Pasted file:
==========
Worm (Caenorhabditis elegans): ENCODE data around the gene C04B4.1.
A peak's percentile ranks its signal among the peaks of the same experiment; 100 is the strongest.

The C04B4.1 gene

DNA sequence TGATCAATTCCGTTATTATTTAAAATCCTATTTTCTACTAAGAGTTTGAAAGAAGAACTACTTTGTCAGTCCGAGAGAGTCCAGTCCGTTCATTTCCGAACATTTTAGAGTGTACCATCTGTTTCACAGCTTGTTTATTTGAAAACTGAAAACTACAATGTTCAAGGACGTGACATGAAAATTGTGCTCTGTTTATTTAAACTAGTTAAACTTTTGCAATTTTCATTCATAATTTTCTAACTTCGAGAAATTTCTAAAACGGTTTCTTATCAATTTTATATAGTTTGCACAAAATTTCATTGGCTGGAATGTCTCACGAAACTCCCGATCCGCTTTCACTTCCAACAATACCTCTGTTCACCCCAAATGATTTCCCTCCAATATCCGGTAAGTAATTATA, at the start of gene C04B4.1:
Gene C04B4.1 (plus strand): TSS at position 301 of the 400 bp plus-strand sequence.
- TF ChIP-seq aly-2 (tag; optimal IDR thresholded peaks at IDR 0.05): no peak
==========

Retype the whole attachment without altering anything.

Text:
Worm (Caenorhabditis elegans): ENCODE data around the gene C04B4.1.
A peak's percentile ranks its signal among the peaks of the same experiment; 100 is the strongest.

The C04B4.1 gene

DNA sequence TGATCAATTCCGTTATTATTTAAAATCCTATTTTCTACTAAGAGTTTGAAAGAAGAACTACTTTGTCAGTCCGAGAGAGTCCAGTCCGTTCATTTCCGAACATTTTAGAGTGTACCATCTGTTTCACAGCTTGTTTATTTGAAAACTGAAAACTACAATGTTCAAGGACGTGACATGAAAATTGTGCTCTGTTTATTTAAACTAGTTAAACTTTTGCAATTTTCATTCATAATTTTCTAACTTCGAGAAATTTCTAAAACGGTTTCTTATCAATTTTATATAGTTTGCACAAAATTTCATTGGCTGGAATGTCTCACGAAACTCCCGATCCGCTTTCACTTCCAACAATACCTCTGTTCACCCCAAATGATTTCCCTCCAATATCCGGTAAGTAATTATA, at the start of gene C04B4.1:
Gene C04B4.1 (plus strand): TSS at position 301 of the 400 bp plus-strand sequence.
- TF ChIP-seq aly-2 (tag; optimal IDR thresholded peaks at IDR 0.05): no peak